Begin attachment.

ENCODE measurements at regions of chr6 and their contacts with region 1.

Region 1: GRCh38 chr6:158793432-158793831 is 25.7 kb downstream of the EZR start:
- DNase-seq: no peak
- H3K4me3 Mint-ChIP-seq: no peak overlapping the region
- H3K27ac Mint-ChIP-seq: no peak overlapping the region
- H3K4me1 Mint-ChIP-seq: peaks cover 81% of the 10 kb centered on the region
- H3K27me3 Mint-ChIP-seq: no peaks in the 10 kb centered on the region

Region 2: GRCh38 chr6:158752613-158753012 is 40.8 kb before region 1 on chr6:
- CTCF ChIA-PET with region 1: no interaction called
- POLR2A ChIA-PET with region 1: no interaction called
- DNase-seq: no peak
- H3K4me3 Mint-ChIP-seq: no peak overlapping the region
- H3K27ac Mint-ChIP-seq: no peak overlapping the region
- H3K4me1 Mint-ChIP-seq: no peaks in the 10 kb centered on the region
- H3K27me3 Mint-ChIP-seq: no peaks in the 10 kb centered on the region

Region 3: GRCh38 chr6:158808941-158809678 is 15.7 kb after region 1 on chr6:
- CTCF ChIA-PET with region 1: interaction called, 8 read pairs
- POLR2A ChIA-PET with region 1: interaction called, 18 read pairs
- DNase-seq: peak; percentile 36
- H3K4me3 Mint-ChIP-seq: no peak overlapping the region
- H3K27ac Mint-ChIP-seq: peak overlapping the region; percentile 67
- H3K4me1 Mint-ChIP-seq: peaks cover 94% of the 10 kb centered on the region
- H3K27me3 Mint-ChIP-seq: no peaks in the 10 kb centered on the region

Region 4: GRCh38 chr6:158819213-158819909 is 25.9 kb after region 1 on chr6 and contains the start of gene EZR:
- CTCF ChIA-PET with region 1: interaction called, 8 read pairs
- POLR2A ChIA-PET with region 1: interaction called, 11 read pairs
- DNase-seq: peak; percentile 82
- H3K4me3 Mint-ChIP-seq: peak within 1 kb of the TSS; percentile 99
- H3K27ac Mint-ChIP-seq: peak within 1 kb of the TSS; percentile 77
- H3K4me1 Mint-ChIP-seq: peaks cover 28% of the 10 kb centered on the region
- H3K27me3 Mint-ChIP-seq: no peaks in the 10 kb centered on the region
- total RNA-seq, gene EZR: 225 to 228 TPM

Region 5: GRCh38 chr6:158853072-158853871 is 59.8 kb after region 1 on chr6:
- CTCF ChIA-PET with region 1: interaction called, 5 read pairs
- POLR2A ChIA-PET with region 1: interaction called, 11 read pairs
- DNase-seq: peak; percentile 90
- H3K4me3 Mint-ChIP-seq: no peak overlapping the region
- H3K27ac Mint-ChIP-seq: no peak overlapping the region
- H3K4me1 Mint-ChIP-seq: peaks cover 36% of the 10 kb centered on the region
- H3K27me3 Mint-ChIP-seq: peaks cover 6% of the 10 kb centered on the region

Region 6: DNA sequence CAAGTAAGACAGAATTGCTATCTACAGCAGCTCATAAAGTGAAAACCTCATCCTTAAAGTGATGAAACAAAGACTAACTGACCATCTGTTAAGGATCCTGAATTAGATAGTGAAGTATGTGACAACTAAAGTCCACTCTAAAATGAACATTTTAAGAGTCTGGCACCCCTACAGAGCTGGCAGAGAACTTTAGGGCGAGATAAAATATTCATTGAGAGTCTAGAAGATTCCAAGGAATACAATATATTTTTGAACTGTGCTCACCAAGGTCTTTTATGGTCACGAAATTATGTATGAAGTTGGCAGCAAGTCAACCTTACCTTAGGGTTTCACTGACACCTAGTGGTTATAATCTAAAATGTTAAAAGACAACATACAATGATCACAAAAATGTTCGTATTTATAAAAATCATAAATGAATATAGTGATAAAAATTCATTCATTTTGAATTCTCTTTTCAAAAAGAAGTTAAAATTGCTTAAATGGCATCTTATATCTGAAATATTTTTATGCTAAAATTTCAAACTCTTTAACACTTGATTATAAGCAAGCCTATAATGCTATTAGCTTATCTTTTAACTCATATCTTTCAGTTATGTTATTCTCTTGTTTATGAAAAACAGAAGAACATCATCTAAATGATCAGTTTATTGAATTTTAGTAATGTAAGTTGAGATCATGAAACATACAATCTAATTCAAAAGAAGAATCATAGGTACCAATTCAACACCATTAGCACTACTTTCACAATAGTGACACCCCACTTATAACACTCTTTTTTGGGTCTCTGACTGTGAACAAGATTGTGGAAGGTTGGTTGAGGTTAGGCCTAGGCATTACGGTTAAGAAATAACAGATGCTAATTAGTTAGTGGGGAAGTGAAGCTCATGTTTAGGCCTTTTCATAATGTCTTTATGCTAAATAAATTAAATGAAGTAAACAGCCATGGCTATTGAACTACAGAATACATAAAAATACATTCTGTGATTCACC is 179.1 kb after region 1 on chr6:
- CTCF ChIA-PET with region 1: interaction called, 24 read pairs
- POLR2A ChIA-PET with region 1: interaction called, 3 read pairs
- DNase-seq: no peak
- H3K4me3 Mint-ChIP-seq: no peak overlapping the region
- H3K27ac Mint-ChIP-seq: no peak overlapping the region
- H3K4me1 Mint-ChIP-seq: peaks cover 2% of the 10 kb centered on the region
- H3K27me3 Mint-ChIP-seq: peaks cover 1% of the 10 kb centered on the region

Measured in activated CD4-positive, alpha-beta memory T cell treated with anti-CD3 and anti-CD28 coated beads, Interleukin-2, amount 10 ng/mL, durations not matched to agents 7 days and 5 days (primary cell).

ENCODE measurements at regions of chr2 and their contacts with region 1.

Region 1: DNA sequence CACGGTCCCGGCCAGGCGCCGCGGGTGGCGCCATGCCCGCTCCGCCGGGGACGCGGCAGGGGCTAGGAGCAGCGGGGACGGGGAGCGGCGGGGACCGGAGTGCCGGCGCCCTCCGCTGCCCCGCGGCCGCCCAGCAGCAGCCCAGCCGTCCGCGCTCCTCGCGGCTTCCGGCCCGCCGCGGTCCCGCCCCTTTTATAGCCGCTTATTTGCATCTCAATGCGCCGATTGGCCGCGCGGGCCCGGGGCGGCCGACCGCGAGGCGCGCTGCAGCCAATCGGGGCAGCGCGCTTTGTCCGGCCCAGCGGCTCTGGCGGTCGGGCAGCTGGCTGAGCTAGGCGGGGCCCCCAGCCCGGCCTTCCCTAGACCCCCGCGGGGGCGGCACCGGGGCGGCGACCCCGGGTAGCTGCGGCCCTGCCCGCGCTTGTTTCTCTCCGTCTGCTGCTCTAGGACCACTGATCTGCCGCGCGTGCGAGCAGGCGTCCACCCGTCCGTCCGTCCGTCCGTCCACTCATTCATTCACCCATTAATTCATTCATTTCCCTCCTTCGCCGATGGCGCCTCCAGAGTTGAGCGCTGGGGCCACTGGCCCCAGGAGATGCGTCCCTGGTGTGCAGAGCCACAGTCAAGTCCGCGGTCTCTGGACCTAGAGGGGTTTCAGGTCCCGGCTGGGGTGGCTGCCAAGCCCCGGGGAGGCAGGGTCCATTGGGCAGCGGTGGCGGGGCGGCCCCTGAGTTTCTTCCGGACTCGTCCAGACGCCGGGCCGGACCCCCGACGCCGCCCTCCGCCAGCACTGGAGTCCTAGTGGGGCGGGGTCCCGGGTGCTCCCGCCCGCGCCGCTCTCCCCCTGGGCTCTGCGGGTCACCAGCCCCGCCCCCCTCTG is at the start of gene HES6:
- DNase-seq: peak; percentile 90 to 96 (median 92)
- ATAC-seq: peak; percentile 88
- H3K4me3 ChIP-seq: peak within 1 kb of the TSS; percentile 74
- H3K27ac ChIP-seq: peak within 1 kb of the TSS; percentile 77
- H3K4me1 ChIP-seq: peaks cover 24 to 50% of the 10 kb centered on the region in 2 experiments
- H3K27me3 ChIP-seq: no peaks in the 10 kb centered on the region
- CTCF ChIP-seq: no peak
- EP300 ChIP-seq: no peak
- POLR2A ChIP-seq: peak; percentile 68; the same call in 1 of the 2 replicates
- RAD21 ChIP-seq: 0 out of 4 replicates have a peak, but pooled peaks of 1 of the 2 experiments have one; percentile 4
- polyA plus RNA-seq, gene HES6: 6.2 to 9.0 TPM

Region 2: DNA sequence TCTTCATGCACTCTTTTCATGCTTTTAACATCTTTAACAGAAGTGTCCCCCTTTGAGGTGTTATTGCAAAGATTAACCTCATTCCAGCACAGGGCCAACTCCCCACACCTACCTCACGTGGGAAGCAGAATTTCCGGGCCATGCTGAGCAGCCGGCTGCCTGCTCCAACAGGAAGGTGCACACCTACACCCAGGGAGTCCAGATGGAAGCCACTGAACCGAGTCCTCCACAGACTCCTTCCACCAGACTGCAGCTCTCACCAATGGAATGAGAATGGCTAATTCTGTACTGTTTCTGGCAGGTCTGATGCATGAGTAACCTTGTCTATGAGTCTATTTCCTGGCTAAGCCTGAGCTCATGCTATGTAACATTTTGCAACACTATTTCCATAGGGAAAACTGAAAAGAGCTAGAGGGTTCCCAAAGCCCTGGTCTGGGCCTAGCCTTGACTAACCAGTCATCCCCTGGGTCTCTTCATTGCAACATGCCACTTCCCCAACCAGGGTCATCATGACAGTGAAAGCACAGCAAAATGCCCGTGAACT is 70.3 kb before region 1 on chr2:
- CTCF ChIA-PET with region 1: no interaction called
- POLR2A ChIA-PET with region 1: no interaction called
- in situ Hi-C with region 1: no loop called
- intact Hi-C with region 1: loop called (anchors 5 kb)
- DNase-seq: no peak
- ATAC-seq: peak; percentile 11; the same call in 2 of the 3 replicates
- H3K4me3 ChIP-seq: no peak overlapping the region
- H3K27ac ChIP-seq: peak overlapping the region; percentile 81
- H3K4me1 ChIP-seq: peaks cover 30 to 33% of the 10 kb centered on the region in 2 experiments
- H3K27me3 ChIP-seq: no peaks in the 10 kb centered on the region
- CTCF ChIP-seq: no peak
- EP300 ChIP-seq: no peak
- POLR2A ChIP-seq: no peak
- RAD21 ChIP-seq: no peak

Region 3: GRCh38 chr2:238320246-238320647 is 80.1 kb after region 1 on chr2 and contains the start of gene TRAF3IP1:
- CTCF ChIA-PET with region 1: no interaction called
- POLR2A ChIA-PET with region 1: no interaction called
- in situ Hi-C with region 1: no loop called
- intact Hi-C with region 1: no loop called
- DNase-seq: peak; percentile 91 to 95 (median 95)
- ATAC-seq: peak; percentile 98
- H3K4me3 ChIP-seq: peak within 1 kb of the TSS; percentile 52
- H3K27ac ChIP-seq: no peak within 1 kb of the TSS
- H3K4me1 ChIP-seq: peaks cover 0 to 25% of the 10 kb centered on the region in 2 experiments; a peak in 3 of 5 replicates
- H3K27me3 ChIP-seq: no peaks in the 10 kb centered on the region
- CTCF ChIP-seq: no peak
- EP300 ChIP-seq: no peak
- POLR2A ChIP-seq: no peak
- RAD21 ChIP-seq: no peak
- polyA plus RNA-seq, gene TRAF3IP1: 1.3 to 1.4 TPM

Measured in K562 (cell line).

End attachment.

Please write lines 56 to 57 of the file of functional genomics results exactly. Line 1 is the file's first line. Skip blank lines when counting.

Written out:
- H3K4me1 ChIP-seq: peaks cover 24 to 50% of the 10 kb centered on the region in 2 experiments
- H3K27me3 ChIP-seq: no peaks in the 10 kb centered on the region